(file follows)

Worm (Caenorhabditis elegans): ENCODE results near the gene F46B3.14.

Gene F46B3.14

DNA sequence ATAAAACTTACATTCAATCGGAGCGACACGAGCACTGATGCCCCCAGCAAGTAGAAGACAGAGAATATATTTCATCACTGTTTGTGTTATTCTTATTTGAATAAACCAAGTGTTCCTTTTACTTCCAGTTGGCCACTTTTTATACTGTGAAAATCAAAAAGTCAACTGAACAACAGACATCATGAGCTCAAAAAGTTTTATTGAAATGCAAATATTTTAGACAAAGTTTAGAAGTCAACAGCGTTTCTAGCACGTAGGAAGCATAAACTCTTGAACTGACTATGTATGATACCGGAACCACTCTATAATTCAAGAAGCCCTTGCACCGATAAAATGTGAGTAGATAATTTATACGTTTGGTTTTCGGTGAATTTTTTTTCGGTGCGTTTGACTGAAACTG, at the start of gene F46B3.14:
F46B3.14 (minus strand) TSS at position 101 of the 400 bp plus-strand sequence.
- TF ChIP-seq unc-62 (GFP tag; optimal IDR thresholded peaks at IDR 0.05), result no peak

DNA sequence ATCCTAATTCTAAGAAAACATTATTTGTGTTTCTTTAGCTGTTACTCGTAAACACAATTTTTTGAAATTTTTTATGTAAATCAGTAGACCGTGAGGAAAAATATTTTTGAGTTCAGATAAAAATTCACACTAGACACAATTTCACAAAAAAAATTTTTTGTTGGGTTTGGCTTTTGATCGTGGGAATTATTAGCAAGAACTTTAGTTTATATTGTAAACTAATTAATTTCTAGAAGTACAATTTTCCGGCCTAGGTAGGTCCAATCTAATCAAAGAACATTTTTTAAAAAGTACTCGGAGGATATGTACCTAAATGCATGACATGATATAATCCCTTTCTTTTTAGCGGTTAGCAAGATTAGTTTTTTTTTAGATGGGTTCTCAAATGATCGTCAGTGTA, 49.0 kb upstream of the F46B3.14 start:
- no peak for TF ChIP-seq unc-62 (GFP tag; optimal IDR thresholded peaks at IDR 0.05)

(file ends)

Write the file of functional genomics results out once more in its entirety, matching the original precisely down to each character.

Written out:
Worm (Caenorhabditis elegans): ENCODE results near the gene F46B3.14.

Gene F46B3.14

DNA sequence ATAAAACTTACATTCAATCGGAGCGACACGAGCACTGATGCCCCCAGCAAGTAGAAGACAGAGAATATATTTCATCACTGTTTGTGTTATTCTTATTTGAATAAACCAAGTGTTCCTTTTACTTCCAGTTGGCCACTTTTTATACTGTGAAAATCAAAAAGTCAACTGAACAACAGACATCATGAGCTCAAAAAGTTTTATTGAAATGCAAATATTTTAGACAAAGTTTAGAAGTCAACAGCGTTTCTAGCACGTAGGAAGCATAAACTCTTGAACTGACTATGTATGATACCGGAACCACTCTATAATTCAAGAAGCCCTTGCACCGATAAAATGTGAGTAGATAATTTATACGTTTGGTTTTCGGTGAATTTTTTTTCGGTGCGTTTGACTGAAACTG, at the start of gene F46B3.14:
F46B3.14 (minus strand) TSS at position 101 of the 400 bp plus-strand sequence.
- TF ChIP-seq unc-62 (GFP tag; optimal IDR thresholded peaks at IDR 0.05), result no peak

DNA sequence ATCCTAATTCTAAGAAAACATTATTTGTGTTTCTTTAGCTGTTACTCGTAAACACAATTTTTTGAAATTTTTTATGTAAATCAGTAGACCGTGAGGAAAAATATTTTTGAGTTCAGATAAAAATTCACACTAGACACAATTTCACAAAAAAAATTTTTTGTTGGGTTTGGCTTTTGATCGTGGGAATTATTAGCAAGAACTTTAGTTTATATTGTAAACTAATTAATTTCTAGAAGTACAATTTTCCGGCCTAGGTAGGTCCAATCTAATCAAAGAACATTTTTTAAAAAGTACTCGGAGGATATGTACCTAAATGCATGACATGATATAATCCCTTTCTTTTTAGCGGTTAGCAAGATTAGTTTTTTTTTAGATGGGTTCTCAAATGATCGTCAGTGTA, 49.0 kb upstream of the F46B3.14 start:
- no peak for TF ChIP-seq unc-62 (GFP tag; optimal IDR thresholded peaks at IDR 0.05)